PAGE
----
The bird was found pinned under a dead seal by Robert J. Galbraith and Jeff Gratto, two men walking the shoreline. The men thought it was dead too, until it blinked. They freed the bird, then contacted Hope for Wildlife, who arranged transport.
First, the bird was transported from the area near the Brier Island lighthouse across the island to Westport, then onto a ferry crossing the Grand Passage to Freeport.
It was then picked up by a Hope for Wildlife volunteer and driven another 15 minutes to Tiverton, where the turkey vulture went on its way for another ferry ride to Digby Neck.
“It’s probably the first turkey vulture that’s ever taken two ferries in its life,” Galbraith joked in an interview with CBC’s Maritime Noon.
After a brief layover in the town of Digby, it was a three-hour ride to Hope for Wildlife.
The bird looks like it will recover.
Galbraith is a long-time photojournalist who has covered the Oka crisis, the war in Afghanistan, and who does great nature photography too. Palmeter says he’s worked on Brier Island fishing lobster for the last five years.
6. SaltWire sells printing operation
I cannot keep track of all the goings-on at SaltWire (though we’re going to have some fun at their expense in the “Noticed” section below). They seem to go all-in on printing presses, then start selling them? I have not followed closely.
Anyway, Brett Bundale, with the always-unenviable job of reporting on her employer, tells us that the company “has sold the Nova Scotia arm of its printing subsidiary, Bounty Print Ltd., to New Brunswick’s Taylor Printing Group Inc.”
SaltWire CEO Mark Lever tells Bundale, “We did a good job managing that (printing) business and turning it around when we bought it,” and I guess we’ll have to take his word for it. The company, he says, now wants to “focus… on our media business.”
Losses before the holidays
Today is the 10th anniversary of my father’s death. I didn’t think I would be particularly emotional about this, but I am feeling somewhat morose.
My dad had a good life and a good death. He had come to visit us in early December, and was fine. He was suffering from moderate dementia, but was well enough that he could travel alone. His mother had ended her days in a nursing home, and that was a fate that horrified him. He had a heart attack, lived long enough for my brother and I to get to Montreal and see him, and he got to be with his kids when he passed away, age 88. What could be better, really.
My mother is Greek, and she lives in a culture in which the death of a close family member is cause for public mourning, and puts any celebrations on hold. I never knew my maternal grandmother to wear anything other than black clothing (well, occasionally she’d wear something brown around the house) because she was in lifelong mourning for her son, who died from complications following a tree-cutting injury when I was just a few years old. After my father’s funeral (I think, the whole thing blurs in my memory) my mother said something like, “There won’t be any Christmas for you this year.” But we had kids between the ages of 10 and 16, we had extended family here, and we weren’t going to cancel Christmas. It actually seemed like a great opportunity to celebrate, bring us closer together, and remember my dad.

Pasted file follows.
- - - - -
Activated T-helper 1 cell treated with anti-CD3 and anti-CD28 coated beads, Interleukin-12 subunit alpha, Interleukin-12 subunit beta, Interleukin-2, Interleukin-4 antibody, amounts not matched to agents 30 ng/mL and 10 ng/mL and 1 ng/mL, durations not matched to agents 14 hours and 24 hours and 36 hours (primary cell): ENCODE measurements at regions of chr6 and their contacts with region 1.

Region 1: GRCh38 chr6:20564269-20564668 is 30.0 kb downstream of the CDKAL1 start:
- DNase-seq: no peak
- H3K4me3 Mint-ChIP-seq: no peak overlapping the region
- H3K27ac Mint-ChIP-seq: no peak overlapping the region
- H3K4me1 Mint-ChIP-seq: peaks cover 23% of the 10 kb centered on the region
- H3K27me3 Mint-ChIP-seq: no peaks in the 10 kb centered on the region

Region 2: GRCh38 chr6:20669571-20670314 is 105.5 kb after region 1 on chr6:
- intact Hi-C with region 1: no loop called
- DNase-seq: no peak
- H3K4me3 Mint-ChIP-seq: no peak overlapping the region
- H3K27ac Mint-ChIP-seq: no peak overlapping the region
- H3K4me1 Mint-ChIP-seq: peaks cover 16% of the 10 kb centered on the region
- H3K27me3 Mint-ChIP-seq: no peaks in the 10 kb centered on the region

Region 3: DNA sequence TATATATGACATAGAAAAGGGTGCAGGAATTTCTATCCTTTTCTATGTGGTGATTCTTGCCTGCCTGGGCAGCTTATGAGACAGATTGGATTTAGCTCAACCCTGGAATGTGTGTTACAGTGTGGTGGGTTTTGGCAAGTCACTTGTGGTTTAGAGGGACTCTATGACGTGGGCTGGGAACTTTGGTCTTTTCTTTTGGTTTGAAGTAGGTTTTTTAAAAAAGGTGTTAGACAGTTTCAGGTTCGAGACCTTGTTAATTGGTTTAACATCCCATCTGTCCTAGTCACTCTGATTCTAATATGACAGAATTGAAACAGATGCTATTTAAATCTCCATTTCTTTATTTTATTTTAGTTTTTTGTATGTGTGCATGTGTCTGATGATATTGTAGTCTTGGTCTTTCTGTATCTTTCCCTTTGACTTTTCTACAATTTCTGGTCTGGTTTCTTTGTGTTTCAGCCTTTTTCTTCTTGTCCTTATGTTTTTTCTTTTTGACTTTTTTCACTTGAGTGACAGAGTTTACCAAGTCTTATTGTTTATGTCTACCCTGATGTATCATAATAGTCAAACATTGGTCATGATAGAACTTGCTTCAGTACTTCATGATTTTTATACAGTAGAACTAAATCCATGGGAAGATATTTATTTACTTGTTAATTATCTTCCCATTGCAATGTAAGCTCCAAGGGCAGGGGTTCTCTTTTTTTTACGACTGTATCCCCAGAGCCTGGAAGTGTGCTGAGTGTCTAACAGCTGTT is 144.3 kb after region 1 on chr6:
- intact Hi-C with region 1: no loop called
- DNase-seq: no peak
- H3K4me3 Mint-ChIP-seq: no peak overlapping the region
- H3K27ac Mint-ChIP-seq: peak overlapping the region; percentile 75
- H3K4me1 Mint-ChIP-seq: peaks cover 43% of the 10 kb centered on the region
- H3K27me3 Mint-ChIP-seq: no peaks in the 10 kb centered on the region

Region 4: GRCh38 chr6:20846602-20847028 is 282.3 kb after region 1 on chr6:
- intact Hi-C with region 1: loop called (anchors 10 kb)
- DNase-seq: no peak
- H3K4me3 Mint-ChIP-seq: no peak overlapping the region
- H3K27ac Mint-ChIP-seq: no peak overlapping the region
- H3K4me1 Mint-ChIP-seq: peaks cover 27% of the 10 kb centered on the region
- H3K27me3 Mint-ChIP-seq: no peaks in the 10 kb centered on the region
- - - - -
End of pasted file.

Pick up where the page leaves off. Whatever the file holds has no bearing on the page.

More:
Grief and loss are complicated, and when they happen at this time of year it seems to add an extra layer of complexity. CBC this morning has a follow-up on the story of the funeral home that cremated the wrong body and how the family are suing.
Yvonne Colbert writes:
The statement of claim alleges that [Sandra] Bennett’s husband, Gary, and their son, Tim, were shocked when they went to a visitation on Dec. 27, 2017, at the Berwick Funeral Chapel and discovered it was not their wife and mother in the casket.
The lawsuit said funeral home director Ted McCreadie “repeatedly attempted to convince the plaintiffs that the casket contained the body of the late Sandra G.T. Bennett, but that the plaintiffs were too upset to recognize her.”
My dad had a couple of skin tags above his left eye, and when the funeral home workers prepared him for burial, they removed them. My daughter noticed it right away and said it felt wrong. I can’t imagine what it would be like to be looking at the wrong body and having a funeral director try to convince you that it is indeed your loved one.
Like so many things in life, grief and loss are cyclical. I hear a lot from people who feel pressure to be over it, to carry on, to celebrate the life of their loved one, and so on. But grief comes and goes. Every so often I still want to call my dad. Damn, I remember thinking, he would have loved knowing there was an NDP government in Alberta.
And our loved ones aren’t perfect. I learned things about my father that made me angry after he died, and that led to a complex stew of feelings. Meanwhile, because he passed away during the winter in Montreal, he couldn’t be buried until spring, and the idea that he was just sitting there in cold storage for months would haunt me. I am not a person who has nightmares, but this caused me to wake up in dread repeatedly.